I am very fortuante to have a group of friends that meet once a month or so to share ideas and thoughts. Â This month’s get together was to see the new art collection at Bob Rennie’sÂ Wing Sang Gallery. The exhibition was of Los Angeles-based artists Thomas Houseago and Amy Bessone, who both deal with the figure and representations of the figure in a contemporary and insightful manner.
Amy Bessone’s work is evocative, and is described asÂ often translating porcelain figurines into 2D. Many of the paintings on display reference the traditional female nude, both in her representations of porcelain figurines and in more recent paintings that simply allude to the nude. “Since her student days, she has been interested in the idea of a painting of a sculpture or a painting of a painting, much like the Shakespearean idea of a play within a play. She is influenced by the theatre, and the sculptors with whom she surrounds herself.”
Bessone applies paint thinly, allowing the white of the gesso’d canvas to show through to depict the highlights of the porcelain as the light falls over the figurine. The Narcissist (2007) is a classic example of this effect, creating a sense of both knowing what something is and not knowing – is it a portrait? Is it a still-life? Or is she a lifeless object, objectified for her sexuality? Her more recent paintings like 80s Life (2010) seems to remove this passive male objectification by swift and economic painting over the canvas, eschewing the gaudiness excessive paint can provide. Bessone has brought the female figure back to life through the act of painting.” (From the Wing Sang brochure)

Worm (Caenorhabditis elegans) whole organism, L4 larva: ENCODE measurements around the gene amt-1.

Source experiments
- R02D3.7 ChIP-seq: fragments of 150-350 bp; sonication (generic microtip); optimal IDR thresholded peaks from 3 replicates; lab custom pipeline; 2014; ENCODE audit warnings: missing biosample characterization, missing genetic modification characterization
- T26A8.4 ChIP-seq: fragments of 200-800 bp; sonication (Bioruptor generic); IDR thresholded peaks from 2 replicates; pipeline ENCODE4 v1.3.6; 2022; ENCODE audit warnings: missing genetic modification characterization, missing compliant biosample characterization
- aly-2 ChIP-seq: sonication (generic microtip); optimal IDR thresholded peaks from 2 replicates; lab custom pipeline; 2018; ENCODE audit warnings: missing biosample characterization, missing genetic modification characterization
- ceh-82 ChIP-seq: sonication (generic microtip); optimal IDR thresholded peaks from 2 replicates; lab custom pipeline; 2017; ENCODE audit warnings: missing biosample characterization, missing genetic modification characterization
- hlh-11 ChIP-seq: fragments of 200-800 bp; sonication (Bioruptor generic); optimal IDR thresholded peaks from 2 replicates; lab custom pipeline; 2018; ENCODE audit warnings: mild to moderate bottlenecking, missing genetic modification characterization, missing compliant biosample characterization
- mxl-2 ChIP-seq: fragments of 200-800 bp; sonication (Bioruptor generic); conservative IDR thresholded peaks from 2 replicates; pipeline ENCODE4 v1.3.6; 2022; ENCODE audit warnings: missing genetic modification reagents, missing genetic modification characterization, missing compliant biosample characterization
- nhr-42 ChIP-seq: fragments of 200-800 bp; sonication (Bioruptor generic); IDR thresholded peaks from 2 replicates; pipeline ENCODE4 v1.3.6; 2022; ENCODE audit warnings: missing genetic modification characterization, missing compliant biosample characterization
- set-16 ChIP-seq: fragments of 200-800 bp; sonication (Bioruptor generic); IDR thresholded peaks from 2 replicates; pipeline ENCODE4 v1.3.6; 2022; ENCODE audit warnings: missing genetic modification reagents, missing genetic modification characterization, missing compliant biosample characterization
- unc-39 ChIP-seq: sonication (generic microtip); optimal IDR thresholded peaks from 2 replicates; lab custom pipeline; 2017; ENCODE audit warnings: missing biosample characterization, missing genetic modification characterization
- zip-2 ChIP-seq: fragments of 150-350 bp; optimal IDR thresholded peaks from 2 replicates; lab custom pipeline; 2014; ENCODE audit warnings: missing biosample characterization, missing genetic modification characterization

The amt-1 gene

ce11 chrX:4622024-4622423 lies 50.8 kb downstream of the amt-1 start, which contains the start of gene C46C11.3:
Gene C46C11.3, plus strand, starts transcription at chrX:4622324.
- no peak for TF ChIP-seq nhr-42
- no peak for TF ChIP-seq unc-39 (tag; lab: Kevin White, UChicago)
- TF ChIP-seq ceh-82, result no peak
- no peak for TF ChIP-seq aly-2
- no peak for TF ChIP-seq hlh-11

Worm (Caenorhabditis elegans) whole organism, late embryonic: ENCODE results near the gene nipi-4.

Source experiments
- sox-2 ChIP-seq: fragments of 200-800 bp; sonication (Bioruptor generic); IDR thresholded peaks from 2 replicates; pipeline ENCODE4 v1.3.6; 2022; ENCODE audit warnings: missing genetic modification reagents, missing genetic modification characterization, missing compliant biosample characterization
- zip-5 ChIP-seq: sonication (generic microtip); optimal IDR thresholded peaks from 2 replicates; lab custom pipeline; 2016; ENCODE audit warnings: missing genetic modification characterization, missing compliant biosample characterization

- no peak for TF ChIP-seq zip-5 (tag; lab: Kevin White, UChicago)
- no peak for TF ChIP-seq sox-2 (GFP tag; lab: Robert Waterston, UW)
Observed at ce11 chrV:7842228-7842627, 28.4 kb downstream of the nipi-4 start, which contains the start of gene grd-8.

Back to my evening with the girls;
As I revisit our tour of the show I realize there is a connection between Amy Bessone’s work and the rest of our evening. Â After our tour of Wing Sang we ended up around the corner at The Keefer. Â As the hours passed our numbers dwindled leaving only 4 of us for what turned out to be Burlesque night at the Keefer. Â What immediately struck me was the Zeitgeist of the evening; that is, the cultural connection between the Burlesque and Amy Bessone’s show at Wing Sang.
Both genres are evocative of the kitschÂ ‘pin-up’ girls of the past. Pin-up artwork, depicting idealized versions of particularly beautiful or attractive woman from a manâ€™s perspective clearly parallels the sexualized vision of womanhood displayed in Burlesque.
In 2008, The New York Times noted that Burlesque had made a comeback in the city’s art performance scene. Â Today Neo-Burlesque has taken many forms, but all have the common trait of honoring one or more of burlesque’s previous incarnations, with acts including striptease, expensive costumes, bawdy humor, cabaretÂ and more.
Derived from literature and theatre, ‘burlesque’ is used in classical music to indicate a bright or high-spirited mood, sometimes as counterpoint to seriousness. In burlesque, performers, usually female, often create elaborate sets with lush, colorful costumes, mood-appropriate music, and dramatic lighting, and may even include novelty actsÂ to enhance the impact of their performance. The striptease element of burlesque became subject to extensive local legislation, leading to a theatrical form that titillated without falling foul of censors.
Clearly the post modern descendants of Burlesque and Pin Up Art enjoy some of the same sensuality and titillation as their original forms, made that much more of a guilty pleasure in the current climate of political correctness. This same contrast also adds a layer of self-conscious, retro sophistication to these pieces where we simultaneously laugh at their relatively modest sexuality while yearning for the simpler times when a flash of skin was considered scandalous.
Like burlesque, girlâ€™s night is a little more rich and complex than it used to be.